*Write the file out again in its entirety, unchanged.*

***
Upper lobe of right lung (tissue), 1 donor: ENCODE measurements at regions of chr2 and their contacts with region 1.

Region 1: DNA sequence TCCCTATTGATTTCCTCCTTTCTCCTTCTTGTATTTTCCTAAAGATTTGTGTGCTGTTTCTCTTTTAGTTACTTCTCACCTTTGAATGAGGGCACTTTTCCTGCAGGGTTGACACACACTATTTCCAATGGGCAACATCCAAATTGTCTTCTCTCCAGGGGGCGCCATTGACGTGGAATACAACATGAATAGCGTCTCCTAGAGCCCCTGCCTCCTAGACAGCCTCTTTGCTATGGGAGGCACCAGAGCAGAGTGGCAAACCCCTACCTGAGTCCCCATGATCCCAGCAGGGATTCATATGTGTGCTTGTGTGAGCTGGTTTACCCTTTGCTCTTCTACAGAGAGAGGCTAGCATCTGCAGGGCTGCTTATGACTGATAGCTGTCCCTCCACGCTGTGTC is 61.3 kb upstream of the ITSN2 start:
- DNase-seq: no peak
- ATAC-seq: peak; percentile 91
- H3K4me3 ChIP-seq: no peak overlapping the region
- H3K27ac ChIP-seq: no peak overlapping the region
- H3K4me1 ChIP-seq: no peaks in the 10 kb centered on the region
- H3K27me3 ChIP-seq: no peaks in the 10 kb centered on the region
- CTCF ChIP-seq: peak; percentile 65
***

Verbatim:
Upper lobe of right lung (tissue), 1 donor: ENCODE measurements at regions of chr2 and their contacts with region 1.

Region 1: DNA sequence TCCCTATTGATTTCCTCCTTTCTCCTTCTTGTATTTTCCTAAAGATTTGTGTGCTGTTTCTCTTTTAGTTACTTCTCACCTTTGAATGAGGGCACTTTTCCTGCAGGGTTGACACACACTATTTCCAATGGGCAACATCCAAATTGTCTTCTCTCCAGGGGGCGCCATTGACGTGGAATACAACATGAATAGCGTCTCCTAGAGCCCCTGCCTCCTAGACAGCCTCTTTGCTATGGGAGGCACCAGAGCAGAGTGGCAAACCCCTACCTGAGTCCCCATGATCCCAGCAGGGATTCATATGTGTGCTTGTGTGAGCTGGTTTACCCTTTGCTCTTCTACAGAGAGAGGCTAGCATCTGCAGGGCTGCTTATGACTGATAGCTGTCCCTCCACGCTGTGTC is 61.3 kb upstream of the ITSN2 start:
- DNase-seq: no peak
- ATAC-seq: peak; percentile 91
- H3K4me3 ChIP-seq: no peak overlapping the region
- H3K27ac ChIP-seq: no peak overlapping the region
- H3K4me1 ChIP-seq: no peaks in the 10 kb centered on the region
- H3K27me3 ChIP-seq: no peaks in the 10 kb centered on the region
- CTCF ChIP-seq: peak; percentile 65